While Congress still has yet to pass any monumental drug reform, states are continuing to introduce legislation aimed at regulating pharmacy benefit managers (PBMs) with hopes of moving the needle on drug pricing. Since the Trump Administration’s drug pricing blueprint was published nearly two years ago, there has been increasing attention on the role of PBMs in the drug supply chain and their impact on drug prices.
According to the National Law Review, 14 states enacted legislation last year to regulate PBMs and implement a licensing and/or registration requirement. While one can form their own opinion on how PBMs should be regulated, URAC does not formally have a position on what constitutes appropriate oversight. We do, however, take a very strong position against any regulatory effort that seeks to prohibit PBMs from using accreditation for network contracting purposes. For background, the majority of state PBM regulation bills include language that prohibits their ability to implement any accreditation requirement that is more stringent than the associated state Board of Pharmacy requirement(s).
So, how exactly did we get here?
As mentioned earlier, PBMs have taken the brunt of criticism as it relates to drug pricing. Part of the issue is the misaligned incentives built into the system in that PBMs help negotiate lower prices on behalf of health plans, but they also are paid rebates from drug manufacturers. Most PBM regulatory efforts have centered around increased transparency as it relates to rebates, passing rebates directly to patients and payers, and prohibiting the use of spread pricing. I will note that a recent Government Accountability Office (GAO) report showed that the majority of rebates were actually passed through to plans in 2016 under Medicare Part D debunking the myth that PBMs retain these funds for themselves.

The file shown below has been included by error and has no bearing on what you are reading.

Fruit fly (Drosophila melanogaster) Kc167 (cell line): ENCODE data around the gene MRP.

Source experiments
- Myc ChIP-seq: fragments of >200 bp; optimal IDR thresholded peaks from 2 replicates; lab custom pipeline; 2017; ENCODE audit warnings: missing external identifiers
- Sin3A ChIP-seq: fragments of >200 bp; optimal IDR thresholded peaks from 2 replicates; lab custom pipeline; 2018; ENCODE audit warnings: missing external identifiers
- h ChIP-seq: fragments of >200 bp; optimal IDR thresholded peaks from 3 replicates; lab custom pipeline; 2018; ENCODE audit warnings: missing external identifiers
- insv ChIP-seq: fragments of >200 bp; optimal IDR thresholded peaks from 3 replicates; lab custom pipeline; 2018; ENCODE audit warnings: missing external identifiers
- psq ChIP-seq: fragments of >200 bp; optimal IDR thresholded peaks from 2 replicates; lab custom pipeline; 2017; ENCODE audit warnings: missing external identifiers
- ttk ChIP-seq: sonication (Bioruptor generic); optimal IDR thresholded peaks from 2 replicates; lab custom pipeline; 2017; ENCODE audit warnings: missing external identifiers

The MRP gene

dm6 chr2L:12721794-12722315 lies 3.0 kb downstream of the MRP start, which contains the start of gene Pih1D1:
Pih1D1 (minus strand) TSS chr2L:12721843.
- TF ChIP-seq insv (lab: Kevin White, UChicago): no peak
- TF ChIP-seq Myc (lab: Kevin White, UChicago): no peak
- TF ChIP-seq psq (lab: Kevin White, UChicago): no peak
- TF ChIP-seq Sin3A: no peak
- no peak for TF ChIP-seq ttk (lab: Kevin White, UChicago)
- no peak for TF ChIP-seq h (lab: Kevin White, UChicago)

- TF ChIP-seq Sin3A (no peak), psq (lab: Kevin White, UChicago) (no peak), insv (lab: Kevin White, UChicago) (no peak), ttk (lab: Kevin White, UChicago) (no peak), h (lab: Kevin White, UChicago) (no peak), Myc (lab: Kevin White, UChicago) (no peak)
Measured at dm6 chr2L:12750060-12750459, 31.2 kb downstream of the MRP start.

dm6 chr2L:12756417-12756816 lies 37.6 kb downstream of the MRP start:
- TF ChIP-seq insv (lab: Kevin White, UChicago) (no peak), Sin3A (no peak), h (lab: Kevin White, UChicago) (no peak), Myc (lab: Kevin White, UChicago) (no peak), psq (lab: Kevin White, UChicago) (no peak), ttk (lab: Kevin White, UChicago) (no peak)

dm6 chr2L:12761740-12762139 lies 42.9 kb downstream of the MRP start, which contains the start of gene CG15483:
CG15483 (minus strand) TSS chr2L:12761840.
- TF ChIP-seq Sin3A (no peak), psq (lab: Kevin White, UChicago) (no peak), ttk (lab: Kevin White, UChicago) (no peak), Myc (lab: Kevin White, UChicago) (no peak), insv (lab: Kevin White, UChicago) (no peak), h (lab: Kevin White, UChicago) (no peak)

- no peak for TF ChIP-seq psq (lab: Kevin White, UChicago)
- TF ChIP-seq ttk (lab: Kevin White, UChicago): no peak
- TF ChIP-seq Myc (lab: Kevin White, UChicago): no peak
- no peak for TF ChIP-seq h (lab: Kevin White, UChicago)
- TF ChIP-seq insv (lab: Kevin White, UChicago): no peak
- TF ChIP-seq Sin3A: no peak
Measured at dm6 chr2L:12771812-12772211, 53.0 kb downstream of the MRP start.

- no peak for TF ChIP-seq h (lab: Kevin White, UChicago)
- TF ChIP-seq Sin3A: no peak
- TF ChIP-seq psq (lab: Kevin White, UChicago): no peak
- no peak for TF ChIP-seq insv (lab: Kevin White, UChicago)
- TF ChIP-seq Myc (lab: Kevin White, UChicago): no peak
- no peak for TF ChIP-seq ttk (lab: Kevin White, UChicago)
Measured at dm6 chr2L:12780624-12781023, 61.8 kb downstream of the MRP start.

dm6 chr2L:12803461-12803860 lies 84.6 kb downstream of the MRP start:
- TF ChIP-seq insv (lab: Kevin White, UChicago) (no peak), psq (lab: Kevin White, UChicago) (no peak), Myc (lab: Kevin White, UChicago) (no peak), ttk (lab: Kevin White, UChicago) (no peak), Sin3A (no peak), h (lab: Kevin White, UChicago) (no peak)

As an aside, URAC generally does not comment on PBM’s use of rebates but this has been such a focus of scrutiny I would be remiss if I omitted the subject altogether.
Now, going back to how accreditation fits into all of this, many states have sought to prohibit the use of accreditation in concert with PBM regulatory efforts. This is in part due to outcries from small, independent community pharmacist groups about the burden of accreditation.
Obtaining accreditation is a rigorous process, but URAC firmly believes that it is an essential quality tool to protect patients from receiving subpar care. At its core, obtaining Specialty Pharmacy Accreditation is an independent, third-party validation of a pharmacy’s ability to deliver quality services and care management to patients. And, in response to concerns about the cost of accreditation being a barrier, we recently launched a special discounted price offering for small specialty pharmacies.
Nonetheless, I personally don’t think requiring accreditation is really the issue here, but more so the manner in which it is sometimes used by PBMs in their contract requirements. Some pharmacies have alleged to policymakers that accreditation is being used to “box out” otherwise willing pharmacies from participating in PBM networks. As such, many state bills have simply proposed removing a PBM’s use of accreditation altogether to remedy this issue. But, URAC believes there are other alternatives. One of which could be to require PBM’s to publicize their accreditation requirements upon request from a pharmacy and/or limit their ability to change accreditation requirements within a certain time frame. These approaches were recently adopted in an amendment to Wisconsin AB 114 and you can read URAC’s comments to the original bill by clicking here.
As we continue to engage policymakers on this important issue, I hope that other states start to recognize that a blanket prohibition on accreditation will not serve them any good and to really consider what their true goal is when it comes to regulating PBMs.
For those that are interested, the National Community Pharmacists Association maintains a map on their website looking at PBM reform efforts across the country.
To learn more about the importance of considering quality in the fight against high drug costs, click here.